In 1960, a manned bathyscape reached the bottom of the Challenger deep, 35,813 feet.In 1964, the ship photographed an unusual object at a depth of 13,500 feet. At the time, there was no submarine that could have carried a piece of technology to this depth.
I thought they had decided it was a spongeIn 1960, a manned bathyscape reached the bottom of the Challenger deep, 35,813 feet.
Whilst a bathyscaphe is not a "submarine" in the normal sense of the word, it is nevertheless a manned, free diving, self propelled and dirigible vessel.
4 years before the structure was discovered, people had made controlled descents to 2.65 times the depth that the structure was found at.
Bathyscaphes have windows. It is easy to think of a number of possible arrangements of hooks, arms magnets and the like that could be used to position a structure.
The bathyscaphe works on the basis of a buoyant an incompressible float filled with gasoline or some similar oil, offset by ballast that can be dropped when required. Alternatively, instead of dropping ballast, you can let the gasoline out and let water into the float. An "underwater balloon" made on the same principle could have been used to lower the structure in a controlled way, guided by a bathyscaphe.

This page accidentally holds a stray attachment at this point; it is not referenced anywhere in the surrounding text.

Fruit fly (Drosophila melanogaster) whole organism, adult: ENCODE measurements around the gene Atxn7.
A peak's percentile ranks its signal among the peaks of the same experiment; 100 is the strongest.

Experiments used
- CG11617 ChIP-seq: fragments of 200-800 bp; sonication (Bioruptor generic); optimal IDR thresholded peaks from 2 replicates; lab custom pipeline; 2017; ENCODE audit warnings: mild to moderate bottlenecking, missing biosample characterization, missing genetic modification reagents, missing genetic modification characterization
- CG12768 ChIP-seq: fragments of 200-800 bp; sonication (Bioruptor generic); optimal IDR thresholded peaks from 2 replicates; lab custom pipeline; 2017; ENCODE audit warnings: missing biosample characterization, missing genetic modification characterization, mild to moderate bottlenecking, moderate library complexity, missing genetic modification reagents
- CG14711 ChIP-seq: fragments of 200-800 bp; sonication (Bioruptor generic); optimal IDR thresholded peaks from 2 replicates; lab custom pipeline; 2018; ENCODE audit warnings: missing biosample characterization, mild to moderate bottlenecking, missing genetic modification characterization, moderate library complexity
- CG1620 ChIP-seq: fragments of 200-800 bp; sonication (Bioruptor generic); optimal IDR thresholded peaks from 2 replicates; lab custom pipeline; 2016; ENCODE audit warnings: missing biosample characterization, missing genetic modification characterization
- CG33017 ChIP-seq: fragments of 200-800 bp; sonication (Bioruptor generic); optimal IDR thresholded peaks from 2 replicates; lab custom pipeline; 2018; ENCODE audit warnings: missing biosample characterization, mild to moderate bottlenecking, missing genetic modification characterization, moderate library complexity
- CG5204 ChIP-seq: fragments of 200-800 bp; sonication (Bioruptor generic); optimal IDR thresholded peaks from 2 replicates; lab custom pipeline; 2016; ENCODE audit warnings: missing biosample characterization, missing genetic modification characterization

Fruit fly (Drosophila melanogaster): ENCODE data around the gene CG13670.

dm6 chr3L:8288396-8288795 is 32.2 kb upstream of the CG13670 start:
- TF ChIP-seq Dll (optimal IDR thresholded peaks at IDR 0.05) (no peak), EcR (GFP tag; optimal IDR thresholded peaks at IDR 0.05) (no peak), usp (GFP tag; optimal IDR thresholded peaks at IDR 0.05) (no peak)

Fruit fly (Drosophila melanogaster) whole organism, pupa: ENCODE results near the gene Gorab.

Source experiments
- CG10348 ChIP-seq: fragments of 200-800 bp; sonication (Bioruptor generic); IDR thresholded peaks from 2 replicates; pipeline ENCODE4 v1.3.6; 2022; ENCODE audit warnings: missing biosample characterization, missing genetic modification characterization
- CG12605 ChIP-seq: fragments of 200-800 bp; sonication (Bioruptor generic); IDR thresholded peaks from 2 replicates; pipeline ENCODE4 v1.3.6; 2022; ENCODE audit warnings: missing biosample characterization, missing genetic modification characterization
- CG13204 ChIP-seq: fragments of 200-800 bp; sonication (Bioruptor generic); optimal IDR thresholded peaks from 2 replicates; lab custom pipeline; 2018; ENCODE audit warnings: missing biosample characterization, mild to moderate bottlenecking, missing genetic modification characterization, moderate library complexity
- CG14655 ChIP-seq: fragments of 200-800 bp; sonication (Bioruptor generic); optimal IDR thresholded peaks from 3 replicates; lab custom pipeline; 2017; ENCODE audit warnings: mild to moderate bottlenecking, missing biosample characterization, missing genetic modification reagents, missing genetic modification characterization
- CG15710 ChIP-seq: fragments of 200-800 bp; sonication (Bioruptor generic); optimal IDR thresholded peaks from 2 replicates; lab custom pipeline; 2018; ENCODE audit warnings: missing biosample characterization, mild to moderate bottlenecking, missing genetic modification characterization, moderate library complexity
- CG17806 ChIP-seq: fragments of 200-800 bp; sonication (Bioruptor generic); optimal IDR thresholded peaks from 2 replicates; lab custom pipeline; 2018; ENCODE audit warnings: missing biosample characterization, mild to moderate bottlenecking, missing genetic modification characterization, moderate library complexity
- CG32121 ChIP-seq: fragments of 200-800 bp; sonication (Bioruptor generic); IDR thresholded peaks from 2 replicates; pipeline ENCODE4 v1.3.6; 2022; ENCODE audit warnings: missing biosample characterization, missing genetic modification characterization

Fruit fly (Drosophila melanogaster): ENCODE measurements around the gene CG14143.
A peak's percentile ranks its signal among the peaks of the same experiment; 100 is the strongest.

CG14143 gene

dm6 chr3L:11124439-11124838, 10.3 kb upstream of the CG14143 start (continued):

Putting the structure there before 1964 would have been a big undertaking but certainly not impossible.
Why it was put there is another question.
I have learned something today. For nearly 50 years, I have thought it was bathyscape, not bathyscaphe.
Hi, yes, that seems to be the case.I thought they had decided it was a sponge
Agreed ... The statement at face value, and if taken to refer to military submarines per se, was accurate. However ...... If we unthinkingly accept the premiss that no known submarines (or similar craft) could get to that depth, it opens the door to hypotheses such as (a) a top secret submarine that substantially outperforms every other known submarine, or (b) aliens or (c) an ancient technologically advanced civilisation. ...